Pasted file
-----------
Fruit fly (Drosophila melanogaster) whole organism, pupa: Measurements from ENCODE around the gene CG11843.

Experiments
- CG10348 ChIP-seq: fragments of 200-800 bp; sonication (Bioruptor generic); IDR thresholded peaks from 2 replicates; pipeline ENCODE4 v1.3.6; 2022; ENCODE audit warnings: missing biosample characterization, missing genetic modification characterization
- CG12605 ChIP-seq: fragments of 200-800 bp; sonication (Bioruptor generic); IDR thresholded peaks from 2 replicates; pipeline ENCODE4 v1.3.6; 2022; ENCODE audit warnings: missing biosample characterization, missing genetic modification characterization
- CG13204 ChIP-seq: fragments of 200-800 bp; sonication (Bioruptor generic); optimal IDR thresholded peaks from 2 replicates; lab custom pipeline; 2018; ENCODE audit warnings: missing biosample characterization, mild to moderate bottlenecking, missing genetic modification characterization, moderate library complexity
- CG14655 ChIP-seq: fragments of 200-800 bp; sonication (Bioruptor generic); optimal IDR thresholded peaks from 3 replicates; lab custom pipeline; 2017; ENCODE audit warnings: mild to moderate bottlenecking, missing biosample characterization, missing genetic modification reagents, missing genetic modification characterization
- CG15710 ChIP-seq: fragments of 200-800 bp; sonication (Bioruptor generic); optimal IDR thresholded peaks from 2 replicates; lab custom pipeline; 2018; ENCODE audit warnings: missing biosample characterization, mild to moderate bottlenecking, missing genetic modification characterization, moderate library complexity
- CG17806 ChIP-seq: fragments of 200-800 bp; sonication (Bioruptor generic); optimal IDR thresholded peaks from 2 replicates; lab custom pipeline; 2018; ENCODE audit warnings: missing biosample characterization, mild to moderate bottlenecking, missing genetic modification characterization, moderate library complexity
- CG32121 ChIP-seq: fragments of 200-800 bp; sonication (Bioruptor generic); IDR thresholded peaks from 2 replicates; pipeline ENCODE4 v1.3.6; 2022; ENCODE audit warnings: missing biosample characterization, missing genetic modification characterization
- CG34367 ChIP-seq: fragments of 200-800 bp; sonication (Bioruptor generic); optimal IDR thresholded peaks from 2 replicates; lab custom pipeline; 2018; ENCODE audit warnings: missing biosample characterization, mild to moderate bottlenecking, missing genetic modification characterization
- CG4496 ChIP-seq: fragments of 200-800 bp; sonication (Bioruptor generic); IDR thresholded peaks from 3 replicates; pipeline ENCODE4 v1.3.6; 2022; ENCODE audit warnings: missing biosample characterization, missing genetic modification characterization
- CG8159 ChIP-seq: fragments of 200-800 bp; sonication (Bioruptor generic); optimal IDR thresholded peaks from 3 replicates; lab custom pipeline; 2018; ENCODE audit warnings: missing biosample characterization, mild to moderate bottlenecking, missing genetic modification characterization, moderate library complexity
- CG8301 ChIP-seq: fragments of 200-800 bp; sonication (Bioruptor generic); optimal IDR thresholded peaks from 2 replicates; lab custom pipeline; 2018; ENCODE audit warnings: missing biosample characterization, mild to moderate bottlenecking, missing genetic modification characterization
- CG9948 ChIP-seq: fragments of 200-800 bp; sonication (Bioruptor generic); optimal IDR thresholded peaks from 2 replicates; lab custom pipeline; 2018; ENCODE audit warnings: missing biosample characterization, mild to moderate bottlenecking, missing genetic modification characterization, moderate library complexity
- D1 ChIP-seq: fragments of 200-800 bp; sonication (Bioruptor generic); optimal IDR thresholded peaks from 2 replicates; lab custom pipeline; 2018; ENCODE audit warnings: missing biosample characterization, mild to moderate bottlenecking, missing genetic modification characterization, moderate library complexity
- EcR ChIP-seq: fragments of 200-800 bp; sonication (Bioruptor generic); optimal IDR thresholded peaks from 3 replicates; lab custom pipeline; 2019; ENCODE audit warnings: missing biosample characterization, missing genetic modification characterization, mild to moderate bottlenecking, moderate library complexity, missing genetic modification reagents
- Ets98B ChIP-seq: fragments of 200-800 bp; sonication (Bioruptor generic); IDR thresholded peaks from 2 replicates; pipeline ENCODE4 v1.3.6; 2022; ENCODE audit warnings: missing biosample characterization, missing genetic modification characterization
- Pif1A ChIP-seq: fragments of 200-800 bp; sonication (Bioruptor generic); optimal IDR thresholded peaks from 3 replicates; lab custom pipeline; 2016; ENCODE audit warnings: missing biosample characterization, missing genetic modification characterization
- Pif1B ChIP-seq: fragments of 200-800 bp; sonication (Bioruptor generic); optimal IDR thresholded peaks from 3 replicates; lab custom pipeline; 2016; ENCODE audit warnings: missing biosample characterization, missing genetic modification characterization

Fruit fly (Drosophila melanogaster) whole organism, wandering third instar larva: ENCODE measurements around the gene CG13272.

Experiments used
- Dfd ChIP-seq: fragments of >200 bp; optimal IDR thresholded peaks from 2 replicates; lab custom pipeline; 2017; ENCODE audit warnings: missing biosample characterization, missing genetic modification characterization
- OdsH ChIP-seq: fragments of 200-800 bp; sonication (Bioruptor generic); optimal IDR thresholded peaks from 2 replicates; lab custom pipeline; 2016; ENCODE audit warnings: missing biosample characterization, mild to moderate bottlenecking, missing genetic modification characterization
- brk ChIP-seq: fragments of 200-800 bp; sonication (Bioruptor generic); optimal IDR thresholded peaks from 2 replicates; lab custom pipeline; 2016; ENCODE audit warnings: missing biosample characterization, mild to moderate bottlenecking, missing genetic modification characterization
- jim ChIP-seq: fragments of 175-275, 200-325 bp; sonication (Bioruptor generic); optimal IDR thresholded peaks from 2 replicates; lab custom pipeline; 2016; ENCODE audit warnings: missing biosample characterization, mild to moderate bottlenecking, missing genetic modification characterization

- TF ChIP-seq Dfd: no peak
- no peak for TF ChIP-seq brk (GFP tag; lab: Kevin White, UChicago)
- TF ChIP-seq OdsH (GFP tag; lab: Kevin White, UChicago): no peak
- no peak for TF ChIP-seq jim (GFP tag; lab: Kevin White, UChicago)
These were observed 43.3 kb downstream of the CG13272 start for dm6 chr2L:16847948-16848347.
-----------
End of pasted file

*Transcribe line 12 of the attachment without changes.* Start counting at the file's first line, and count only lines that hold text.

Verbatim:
- CG8159 ChIP-seq: fragments of 200-800 bp; sonication (Bioruptor generic); optimal IDR thresholded peaks from 3 replicates; lab custom pipeline; 2018; ENCODE audit warnings: missing biosample characterization, mild to moderate bottlenecking, missing genetic modification characterization, moderate library complexity